North Hills middle school moves along
North Hills School District is on track with plans to convert its junior high school into a middle school, in keeping with a nationwide shift to middle schools.
The school district has asked the state Department of Education to change the name of North Hills Junior High School to North Hills Middle School. Seventh- and eighth-graders attend school there. Ninth-graders moved to the high school during the 2012-13 school year.
Other changes planned for the coming school year are: A period will be added at the end of the day for activities and specialized instruction in science, technology, engineering, arts and mathematics, or for tutoring or club meetings, district spokeswoman Amanda Hartle said.
“A middle school is just a little more conducive to the (needs) of that (age) group. Junior high sort of connotes a rigid mentality,” said Johannah Vanatta, assistant superintendent of secondary education. She said the name change will help the school qualify for grants specified for middle schools.
The move toward middle schools is part of an educational philosophy change that began in the 1960s, when almost all Pennsylvania school districts had junior high schools, experts said. Now, most districts have middle schools.
Junior high schools traditionally were modeled like high schools for younger children. But middle schools provide age-appropriate educational and social settings, said Paul Meck, former director of the state's Schools to Watch Program.
The middle school philosophy is more about culture than grade alignments, because middle school grade configurations vary by district, said Leonard Ference, executive director of the Pennsylvania Association for Middle Level Education.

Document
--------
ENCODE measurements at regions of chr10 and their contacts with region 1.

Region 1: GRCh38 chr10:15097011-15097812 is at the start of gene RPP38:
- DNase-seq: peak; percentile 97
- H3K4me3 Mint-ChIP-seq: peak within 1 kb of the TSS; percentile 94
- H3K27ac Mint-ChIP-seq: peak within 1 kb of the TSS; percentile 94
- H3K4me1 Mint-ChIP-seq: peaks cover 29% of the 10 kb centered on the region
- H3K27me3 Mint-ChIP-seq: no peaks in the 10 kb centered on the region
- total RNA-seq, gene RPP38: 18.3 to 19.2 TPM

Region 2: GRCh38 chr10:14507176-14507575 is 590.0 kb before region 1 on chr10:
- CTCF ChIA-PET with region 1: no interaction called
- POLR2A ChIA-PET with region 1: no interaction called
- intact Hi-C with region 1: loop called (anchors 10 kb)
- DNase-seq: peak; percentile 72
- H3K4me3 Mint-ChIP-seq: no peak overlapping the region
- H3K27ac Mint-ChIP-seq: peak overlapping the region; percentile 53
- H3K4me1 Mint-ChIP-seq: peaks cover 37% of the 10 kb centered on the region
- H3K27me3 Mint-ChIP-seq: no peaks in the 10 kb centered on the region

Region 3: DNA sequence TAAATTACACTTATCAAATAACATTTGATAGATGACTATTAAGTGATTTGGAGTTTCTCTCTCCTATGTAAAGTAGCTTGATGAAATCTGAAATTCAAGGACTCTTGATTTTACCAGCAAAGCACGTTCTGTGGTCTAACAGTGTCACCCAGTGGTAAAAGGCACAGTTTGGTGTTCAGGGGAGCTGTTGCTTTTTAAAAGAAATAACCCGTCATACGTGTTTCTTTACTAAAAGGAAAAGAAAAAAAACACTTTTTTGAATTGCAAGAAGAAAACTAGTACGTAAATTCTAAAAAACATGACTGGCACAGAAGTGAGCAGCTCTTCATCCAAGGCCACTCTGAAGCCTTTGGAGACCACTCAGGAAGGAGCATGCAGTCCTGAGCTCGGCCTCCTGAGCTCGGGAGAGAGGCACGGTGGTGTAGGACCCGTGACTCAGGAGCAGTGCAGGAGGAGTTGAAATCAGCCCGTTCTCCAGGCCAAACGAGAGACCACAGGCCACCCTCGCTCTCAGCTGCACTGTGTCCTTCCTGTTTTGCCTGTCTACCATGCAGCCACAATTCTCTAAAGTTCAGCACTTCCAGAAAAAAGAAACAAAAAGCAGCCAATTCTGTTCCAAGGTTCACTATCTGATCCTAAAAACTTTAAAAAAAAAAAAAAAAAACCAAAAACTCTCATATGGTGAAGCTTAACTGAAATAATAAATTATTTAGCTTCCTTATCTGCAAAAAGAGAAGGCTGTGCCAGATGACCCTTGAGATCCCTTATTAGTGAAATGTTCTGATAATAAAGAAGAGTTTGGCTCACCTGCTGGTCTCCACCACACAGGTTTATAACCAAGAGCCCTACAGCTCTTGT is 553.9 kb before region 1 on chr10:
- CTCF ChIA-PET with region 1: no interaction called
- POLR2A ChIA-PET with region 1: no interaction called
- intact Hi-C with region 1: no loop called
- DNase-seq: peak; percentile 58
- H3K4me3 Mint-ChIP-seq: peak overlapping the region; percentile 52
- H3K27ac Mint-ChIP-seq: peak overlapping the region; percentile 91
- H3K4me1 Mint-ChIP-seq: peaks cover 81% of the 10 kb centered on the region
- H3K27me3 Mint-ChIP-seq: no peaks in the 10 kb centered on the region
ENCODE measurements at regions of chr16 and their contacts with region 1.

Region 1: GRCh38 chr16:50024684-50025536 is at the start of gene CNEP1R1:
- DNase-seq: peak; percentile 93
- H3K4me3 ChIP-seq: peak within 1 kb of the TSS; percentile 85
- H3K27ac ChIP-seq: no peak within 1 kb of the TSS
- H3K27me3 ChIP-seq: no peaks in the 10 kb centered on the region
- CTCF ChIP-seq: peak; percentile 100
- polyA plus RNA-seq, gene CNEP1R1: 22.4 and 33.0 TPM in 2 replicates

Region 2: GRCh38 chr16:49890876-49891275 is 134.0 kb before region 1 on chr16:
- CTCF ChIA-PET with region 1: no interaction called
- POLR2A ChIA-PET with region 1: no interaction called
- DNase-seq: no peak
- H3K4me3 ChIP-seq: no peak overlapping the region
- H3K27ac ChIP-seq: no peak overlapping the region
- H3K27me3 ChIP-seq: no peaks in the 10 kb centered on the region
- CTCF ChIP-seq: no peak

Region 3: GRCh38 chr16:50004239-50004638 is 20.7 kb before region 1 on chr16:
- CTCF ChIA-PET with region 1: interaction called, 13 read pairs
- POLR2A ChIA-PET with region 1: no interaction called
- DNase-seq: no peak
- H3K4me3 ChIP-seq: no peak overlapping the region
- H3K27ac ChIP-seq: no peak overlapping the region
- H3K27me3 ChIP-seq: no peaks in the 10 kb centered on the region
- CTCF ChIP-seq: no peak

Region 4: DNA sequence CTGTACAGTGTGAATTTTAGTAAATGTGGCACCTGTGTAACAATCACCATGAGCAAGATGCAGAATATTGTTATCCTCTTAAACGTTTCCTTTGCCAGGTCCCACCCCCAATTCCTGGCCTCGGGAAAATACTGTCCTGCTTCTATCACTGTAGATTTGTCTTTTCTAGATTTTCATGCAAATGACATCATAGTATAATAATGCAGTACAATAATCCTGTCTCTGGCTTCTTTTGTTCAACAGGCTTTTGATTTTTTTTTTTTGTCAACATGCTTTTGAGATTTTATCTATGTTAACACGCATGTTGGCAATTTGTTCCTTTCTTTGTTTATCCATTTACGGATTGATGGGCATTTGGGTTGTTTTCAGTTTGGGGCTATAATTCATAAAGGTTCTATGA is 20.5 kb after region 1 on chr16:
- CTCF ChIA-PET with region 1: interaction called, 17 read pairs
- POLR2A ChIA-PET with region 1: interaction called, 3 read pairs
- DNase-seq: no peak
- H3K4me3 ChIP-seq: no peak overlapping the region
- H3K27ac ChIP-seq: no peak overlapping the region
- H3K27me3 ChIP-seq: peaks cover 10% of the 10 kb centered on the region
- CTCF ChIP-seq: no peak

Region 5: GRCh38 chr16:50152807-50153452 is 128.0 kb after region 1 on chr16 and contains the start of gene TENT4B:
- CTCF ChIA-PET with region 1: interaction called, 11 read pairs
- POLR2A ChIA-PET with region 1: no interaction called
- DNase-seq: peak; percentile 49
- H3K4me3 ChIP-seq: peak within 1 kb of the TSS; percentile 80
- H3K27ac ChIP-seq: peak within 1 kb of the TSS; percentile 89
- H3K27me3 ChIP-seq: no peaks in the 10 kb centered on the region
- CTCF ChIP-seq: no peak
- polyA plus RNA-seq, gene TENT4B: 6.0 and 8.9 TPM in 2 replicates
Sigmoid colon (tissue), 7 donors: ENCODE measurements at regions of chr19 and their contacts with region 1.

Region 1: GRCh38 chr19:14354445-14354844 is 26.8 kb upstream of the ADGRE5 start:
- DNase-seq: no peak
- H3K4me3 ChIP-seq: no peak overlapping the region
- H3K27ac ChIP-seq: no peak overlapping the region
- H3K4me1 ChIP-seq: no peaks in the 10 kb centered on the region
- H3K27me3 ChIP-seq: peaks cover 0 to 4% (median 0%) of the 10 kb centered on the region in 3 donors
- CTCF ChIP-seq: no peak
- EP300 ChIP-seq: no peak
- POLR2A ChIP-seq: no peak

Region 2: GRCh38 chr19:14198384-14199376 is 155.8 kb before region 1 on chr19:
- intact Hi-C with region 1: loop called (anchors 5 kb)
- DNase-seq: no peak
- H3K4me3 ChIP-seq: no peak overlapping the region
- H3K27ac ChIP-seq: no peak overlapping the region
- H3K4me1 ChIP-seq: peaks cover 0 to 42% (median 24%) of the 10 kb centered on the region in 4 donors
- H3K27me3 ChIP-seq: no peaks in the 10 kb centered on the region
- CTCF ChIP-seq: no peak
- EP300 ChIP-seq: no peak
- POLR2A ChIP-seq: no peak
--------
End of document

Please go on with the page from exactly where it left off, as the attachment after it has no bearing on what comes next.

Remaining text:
Most middle schools in Pennsylvania, however, are made up of sixth through eighth grades, he said.
The late Don Eichhorn, former assistant superintendent of the Upper St. Clair School District, established the first middle school in Pennsylvania, Fort Couch, according to the school district.
In 1970-71, there were 2,100 middle schools and 7,800 junior high schools nationwide, according to the National Center for Education Statistics. By 2010-11, there were 13,045 middle schools and 2,855 junior high schools.
The change focuses on establishing small learning environments, with teams of students whose two to four teachers collaborate on lessons that may involve several subjects.
When students learn about the Civil War, for example, elements of the war's history might be used in English, math, social studies and science classes, Ference said.
Lessons are more interactive because adolescents “cannot just be lectured to,” he said.
At North Hills, seventh-graders learn in groups such as Team Earth, Team Fire and Team Wind. The teaming system will return for eighth-graders in the fall after a several-year hiatus due to budget constraints, the district said.
Superintendent Patrick Mannarino, who was a North Hills High School principal three years ago, said he felt ninth-graders should have been part of the high school. A decline in enrollment at the high school allowed for the ninth grade to be moved there last year, he said. In May, 1,376 students attended the high school and 720 were at the middle school.
Neshannock Junior High School in New Castle adopted a middle school teaching philosophy about seven years ago, Superintendent Mary Sandra Todora said.
The decision not to change the name was a financial one, because of costs related to switching the building sign, letterhead and other items, she said.
But in every other way, the school operates as a middle school with teams, cross-curriculum education and themes of the week, Todora said.
“The culture has changed so much. It's based on children and what children need and making connections with children,” she said.
Tory N. Parrish is a staff writer for Trib Total Media.